Tuesday, August 2, 2005

RICHMOND — The company that operates some Waffle House restaurants has agreed to settle four civil rights lawsuits stemming from charges of discrimination against customers at at least three establishments in Virginia.

The settlement agreement, announced yesterday, requires Northlake Foods Inc. to enact compliance programs to ensure its restaurants’ customers are treated equally, regardless of race, color or national origin.

“We are very pleased with the results,” said Susan Huhta of the Washington Lawyers’ Committee for Civil Rights and Urban Affairs, a group that represented the plaintiffs in the Virginia lawsuits and in lawsuits filed in other states claiming discrimination against black, Asian-American and Hispanic customers at Waffle House.

“The fact that we found common ground, the fact that Northlake has agreed to make these changes made a positive settlement possible.”

Other terms of the settlement are confidential.

The 12 plaintiffs sought unspecified punitive and compensatory damages, but she declined to comment on whether the company agreed to any financial settlement.

“While Northlake does not believe it violated any laws, Northlake believes that its new partnership with the Washington Lawyers’ Committee will greatly assist the company’s efforts to communicate its customer commitment to all of our employees,” said company President Daryl Saylor.

A phone message left yesterday afternoon for Erin Cockley, vice president for Tampa, Fla.-based Northlake, was not returned.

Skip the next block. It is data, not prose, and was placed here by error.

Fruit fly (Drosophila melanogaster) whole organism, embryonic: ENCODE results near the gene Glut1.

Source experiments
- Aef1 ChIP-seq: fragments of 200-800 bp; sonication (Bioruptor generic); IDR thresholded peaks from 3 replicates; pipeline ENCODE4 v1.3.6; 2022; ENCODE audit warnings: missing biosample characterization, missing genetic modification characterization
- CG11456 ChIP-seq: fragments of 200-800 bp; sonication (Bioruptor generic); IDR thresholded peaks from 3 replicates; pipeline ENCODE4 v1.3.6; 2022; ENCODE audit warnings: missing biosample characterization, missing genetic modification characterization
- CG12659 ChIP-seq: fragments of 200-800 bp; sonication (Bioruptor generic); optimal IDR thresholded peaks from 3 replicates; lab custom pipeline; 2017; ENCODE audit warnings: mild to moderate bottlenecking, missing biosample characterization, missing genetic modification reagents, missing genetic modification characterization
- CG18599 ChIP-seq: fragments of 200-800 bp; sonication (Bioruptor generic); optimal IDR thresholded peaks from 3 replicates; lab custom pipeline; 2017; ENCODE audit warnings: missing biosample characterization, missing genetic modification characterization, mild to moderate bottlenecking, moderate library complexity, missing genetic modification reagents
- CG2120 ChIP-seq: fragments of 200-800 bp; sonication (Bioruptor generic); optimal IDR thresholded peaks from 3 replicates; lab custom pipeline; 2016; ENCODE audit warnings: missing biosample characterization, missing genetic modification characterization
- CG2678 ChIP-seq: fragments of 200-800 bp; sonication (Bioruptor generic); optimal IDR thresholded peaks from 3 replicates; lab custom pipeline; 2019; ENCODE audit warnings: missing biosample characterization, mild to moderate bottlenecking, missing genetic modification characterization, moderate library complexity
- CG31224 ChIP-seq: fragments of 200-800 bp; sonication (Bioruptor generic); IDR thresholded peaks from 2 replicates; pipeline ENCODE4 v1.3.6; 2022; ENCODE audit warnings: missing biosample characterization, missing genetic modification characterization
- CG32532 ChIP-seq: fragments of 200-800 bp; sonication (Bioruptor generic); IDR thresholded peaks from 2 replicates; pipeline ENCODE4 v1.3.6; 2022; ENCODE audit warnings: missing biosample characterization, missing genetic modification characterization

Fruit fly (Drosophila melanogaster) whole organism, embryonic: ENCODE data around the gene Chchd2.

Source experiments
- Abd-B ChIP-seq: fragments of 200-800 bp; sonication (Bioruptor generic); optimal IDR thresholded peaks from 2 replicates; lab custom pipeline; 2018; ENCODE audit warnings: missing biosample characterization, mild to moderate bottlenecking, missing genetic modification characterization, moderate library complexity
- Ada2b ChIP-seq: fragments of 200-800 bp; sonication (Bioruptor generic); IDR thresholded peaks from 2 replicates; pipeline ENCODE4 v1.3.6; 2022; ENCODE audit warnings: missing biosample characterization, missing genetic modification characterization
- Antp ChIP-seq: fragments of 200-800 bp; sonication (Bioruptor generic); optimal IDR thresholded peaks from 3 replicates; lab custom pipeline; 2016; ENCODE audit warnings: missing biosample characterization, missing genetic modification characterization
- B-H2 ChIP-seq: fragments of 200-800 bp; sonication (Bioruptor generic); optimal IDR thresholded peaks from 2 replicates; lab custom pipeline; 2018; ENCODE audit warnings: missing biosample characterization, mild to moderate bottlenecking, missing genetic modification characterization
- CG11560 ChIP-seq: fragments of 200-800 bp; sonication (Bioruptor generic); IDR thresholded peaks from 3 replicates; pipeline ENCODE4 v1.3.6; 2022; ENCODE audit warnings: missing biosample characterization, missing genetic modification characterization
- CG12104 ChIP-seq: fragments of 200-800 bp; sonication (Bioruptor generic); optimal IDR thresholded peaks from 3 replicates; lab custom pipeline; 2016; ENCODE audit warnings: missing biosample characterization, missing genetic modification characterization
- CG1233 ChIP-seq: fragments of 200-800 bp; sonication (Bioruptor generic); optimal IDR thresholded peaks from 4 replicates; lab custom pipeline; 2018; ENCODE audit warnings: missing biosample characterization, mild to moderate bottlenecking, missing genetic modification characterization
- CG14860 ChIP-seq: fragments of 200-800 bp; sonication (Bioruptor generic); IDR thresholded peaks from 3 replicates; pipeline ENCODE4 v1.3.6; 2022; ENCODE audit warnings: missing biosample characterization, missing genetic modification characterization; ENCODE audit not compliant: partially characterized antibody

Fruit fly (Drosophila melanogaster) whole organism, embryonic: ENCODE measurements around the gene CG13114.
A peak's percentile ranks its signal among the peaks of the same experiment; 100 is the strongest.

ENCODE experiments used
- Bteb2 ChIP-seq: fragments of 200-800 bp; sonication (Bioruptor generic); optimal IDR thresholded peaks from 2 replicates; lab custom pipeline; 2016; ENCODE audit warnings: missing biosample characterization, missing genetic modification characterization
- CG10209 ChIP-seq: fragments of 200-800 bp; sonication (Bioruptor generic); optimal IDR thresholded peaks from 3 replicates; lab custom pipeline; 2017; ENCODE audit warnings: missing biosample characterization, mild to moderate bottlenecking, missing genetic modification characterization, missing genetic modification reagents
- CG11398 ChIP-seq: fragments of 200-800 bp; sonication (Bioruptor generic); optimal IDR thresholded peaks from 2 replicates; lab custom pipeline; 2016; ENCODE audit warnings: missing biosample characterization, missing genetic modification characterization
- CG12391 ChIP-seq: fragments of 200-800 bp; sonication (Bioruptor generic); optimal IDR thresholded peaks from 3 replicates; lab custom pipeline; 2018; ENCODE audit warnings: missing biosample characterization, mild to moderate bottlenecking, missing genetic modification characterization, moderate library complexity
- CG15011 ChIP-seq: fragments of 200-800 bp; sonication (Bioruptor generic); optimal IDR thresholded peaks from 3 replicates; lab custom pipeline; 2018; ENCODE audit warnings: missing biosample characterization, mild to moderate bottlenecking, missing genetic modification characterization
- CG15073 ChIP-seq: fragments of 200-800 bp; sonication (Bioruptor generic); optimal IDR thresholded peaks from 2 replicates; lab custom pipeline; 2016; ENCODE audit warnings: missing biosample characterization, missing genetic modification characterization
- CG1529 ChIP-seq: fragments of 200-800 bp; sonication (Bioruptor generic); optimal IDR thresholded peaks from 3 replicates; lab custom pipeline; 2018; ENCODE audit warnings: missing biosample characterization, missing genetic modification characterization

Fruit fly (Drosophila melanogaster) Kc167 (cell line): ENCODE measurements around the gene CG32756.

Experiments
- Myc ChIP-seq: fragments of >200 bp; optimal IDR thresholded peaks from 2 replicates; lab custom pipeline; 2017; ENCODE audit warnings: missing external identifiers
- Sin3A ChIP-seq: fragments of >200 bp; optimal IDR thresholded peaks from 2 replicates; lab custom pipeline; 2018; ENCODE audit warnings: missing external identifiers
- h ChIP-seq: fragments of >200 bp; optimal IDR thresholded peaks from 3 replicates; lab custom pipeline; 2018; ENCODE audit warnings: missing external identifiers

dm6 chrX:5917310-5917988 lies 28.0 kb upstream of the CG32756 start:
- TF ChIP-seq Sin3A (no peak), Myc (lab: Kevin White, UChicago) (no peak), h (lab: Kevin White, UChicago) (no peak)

The suits were filed against Waffle House restaurants in Hopewell, Fredericksburg and Chesapeake on behalf of nine black, one Hispanic and two Asian-American plaintiffs.

The suits, filed in federal courts in Richmond and Norfolk, said the plaintiffs were denied service or subjected to discriminatory treatment when they tried to dine at Northlake Foods-operated Waffle Houses.

In the lawsuits, the plaintiffs said they were treated rudely, left waiting to be seated while other later-arriving patrons were given tables and even served a fly-infested order of grits, then berated by staff after complaining about the service.

Another plaintiff said he and his family were ordered out of a restaurant after waiting for 45 minutes while white customers came in and were seated by a hostess.

More than 15 similar lawsuits are pending against Waffle House and other franchisees in four other states, according to the Washington Lawyers’ Committee. Northlake Foods owns and operates 149 restaurants in Florida, Georgia and Virginia.

Under the settlement agreement, Northlake agreed to:

• Clarify its policies to ensure equal treatment for all customers.

• Have a consultant design a training program for management and hourly workers that addresses customer discrimination issues.

• Have a compliance officer improve company policy on how the company will investigate and respond to future customer complaints.

• Provide reporting to the Washington Lawyers’ Committee and work with the group on maintaining current policies and procedures on customer treatment.

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